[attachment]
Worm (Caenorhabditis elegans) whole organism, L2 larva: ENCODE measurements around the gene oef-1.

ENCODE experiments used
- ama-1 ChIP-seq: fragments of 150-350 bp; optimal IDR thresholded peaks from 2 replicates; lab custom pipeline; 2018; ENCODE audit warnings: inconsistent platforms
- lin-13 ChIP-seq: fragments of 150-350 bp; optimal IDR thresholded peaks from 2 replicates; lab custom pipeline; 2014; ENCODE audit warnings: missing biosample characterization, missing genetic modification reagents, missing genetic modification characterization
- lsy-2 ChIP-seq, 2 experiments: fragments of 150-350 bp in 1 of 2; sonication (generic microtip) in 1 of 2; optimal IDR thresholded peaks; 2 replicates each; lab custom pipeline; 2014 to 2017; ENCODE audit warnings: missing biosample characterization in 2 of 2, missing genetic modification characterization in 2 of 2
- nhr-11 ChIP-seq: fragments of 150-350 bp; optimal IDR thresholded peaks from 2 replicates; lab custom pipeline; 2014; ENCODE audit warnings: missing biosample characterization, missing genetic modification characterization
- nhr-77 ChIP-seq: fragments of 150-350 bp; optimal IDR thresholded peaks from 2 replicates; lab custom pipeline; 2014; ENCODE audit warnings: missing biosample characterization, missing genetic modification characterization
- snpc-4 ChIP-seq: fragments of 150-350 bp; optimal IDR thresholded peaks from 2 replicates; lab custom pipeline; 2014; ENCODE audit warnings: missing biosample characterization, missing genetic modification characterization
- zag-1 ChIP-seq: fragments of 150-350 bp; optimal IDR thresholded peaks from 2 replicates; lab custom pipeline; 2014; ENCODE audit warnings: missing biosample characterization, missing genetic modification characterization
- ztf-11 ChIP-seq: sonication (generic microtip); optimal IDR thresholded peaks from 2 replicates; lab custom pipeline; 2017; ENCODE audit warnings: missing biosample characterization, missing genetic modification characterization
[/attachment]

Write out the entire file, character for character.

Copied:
Worm (Caenorhabditis elegans) whole organism, L2 larva: ENCODE measurements around the gene oef-1.

ENCODE experiments used
- ama-1 ChIP-seq: fragments of 150-350 bp; optimal IDR thresholded peaks from 2 replicates; lab custom pipeline; 2018; ENCODE audit warnings: inconsistent platforms
- lin-13 ChIP-seq: fragments of 150-350 bp; optimal IDR thresholded peaks from 2 replicates; lab custom pipeline; 2014; ENCODE audit warnings: missing biosample characterization, missing genetic modification reagents, missing genetic modification characterization
- lsy-2 ChIP-seq, 2 experiments: fragments of 150-350 bp in 1 of 2; sonication (generic microtip) in 1 of 2; optimal IDR thresholded peaks; 2 replicates each; lab custom pipeline; 2014 to 2017; ENCODE audit warnings: missing biosample characterization in 2 of 2, missing genetic modification characterization in 2 of 2
- nhr-11 ChIP-seq: fragments of 150-350 bp; optimal IDR thresholded peaks from 2 replicates; lab custom pipeline; 2014; ENCODE audit warnings: missing biosample characterization, missing genetic modification characterization
- nhr-77 ChIP-seq: fragments of 150-350 bp; optimal IDR thresholded peaks from 2 replicates; lab custom pipeline; 2014; ENCODE audit warnings: missing biosample characterization, missing genetic modification characterization
- snpc-4 ChIP-seq: fragments of 150-350 bp; optimal IDR thresholded peaks from 2 replicates; lab custom pipeline; 2014; ENCODE audit warnings: missing biosample characterization, missing genetic modification characterization
- zag-1 ChIP-seq: fragments of 150-350 bp; optimal IDR thresholded peaks from 2 replicates; lab custom pipeline; 2014; ENCODE audit warnings: missing biosample characterization, missing genetic modification characterization
- ztf-11 ChIP-seq: sonication (generic microtip); optimal IDR thresholded peaks from 2 replicates; lab custom pipeline; 2017; ENCODE audit warnings: missing biosample characterization, missing genetic modification characterization